Georgia ranked 23rdin Europe for LGBT rights legislation

by | Feb 12, 2016

Rainbow Europe

TBILISI, DFWatch–Rainbow Europe’s LGBTI rights ranking praises positive developments in Georgia despite major setbacks.

Georgia was placed in the middle of a ranking of European countries which assessed each country’s legislation regarding rights of LGBTI (lesbian, gay, bisexual, trans and intersex) people.

According to Rainbow Europe’s ranking, Georgia came 23rd from among 49 European countries, winning a higher score than Switzerland, Italy, and the majority of Central and Eastern European states.

Georgia’s neighbours were the three states that took the lowest positions in the ranking. Turkey came 46th, Russia 47th, Armenia 48th, and Azerbaijan took 49th place.

The ranking is based on the legal index of LGBTI equality which is based on the Rainbow Europe Map and an overview of the social climate for LGBTI people in each country based on Annual Review of the Human Rights Situation of Lesbian, Gay, Bisexual, Trans and Intersex People in Europe.

Countries are ranked on the basis of laws and policies that have a direct impact on the LGBTI people’s human rights in under 6 categories: equality and non-discrimination; family; bias motivated speech/violence; legal gender recognition; freedom of assembly, association and expression; and asylum.

An excerpt from the part of report that concerns Georgia reads:

‘Hostility against LGBTI people remained palpable. Positively, the parliament adopted a new law against discrimination in all spheres, covering both sexual orientation and gender identity; a court agreed that gay and bisexual men shouldn’t be banned from donating blood; and the ombudsman proved supportive of LGBTI issues. The government and parliament also adopted comprehensive human rights strategies, and Georgia signed international treaties with both the European Union and the Council of Europe. However, the country found itself under pressure from pro-Russia forces labelling LGBTI people as a Western import. Bias-motivated speech and violence remained common’.

When DF Watch asked chairman of NGO LGBT Georgia Beka Gabadadze for a comment, he issued the following statement:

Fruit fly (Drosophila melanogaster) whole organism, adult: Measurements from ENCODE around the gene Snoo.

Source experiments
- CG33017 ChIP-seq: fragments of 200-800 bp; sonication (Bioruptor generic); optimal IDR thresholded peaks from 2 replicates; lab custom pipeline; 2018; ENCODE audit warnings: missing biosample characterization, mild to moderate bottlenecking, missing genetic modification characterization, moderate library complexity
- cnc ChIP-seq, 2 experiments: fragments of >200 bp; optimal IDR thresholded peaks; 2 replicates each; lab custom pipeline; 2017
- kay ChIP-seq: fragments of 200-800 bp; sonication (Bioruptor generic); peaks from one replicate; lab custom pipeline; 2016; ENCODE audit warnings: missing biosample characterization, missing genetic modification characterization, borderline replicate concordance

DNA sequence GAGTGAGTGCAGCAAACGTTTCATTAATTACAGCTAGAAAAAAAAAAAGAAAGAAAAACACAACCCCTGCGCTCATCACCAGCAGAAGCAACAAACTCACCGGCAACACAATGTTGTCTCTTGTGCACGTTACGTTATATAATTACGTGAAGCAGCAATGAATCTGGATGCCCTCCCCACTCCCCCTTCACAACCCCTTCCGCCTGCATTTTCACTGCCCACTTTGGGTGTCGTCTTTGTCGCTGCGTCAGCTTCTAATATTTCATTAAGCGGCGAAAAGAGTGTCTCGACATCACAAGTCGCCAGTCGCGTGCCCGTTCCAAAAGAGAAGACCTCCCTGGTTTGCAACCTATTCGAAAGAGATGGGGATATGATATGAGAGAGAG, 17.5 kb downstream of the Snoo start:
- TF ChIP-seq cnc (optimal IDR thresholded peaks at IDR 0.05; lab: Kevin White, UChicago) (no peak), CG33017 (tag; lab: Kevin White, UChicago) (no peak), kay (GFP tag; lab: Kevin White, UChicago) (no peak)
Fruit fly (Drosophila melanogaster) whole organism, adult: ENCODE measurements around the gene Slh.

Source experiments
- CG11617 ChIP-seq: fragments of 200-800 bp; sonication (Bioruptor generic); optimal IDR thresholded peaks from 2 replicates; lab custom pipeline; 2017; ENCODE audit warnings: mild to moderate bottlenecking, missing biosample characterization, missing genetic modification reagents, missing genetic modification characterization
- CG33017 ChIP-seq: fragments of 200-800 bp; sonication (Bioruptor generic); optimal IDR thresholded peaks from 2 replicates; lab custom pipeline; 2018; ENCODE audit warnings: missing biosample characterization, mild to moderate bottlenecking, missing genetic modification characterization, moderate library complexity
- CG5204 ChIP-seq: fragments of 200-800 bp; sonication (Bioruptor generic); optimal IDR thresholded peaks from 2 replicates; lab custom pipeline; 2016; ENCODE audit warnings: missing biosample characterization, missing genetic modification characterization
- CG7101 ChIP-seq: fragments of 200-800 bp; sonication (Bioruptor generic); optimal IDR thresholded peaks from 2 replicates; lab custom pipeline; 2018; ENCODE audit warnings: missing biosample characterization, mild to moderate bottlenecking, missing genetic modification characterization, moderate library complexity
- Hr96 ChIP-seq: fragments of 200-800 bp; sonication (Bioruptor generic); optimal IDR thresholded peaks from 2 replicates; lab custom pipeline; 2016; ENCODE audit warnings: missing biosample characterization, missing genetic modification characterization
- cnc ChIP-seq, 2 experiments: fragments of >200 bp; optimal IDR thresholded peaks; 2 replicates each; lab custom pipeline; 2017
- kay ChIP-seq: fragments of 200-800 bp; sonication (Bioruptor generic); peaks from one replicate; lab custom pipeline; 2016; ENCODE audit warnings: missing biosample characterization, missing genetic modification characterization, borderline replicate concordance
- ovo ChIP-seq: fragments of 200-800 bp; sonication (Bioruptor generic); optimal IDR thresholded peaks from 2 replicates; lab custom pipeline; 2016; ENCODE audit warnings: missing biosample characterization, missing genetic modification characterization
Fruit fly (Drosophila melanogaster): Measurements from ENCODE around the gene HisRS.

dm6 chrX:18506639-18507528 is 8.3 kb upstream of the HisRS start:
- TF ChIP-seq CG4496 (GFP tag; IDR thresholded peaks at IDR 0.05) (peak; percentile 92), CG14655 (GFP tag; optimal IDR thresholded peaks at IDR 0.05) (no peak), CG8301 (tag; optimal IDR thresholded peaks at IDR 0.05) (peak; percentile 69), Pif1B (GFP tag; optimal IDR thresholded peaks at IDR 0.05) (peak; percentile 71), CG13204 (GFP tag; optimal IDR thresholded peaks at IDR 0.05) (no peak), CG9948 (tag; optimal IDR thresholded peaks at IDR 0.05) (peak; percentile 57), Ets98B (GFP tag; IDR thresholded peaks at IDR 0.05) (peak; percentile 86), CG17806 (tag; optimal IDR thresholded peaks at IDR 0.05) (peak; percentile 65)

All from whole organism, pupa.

‘This data was collected in 2015. ILGA publishes an annual map in which organisation describes progress (or regress) of countries in field of LGBT rights. In 2015, the organisation noticed a progress that was made after the horrific pogrom in Tbilisi, May 17, 2013. Despite the reforms undertaken by the government of Georgia, LGBT human rights are still fragile and people are in psychological and physical danger. ILGA mentioned progress but this does not mean that the situation is good in Georgia. For example, the Georgian parliament adopted the anti-discrimination law, but there are serious problems in implementation of this law. Although the Constitutional Court cancelled the ban on blood donation ‘for homosexuals’, the new government enforced a new ban on blood donation ‘for men who have sex with men’. It’s still discriminative.

‘2016 is an election year and already we feel how the conservatives, the Church, and pro-Russian forces are trying to discredit LGBT community. They want the Supreme Court to decide on the same-sex marriage issue. They demand marriage to be only for heterosexuals. The fact is that marriage equality is a less important issue for the LGBT community nowadays. We are under daily threat of violence and bullying. In Georgia we have a problem of visibility, so gay marriage for whom?! In such a way, the lives of gay people won’t get any better. The majority of media outlets continue their homophobic coverage. So where is the progress?!’ Mr Gabadadze wrote.


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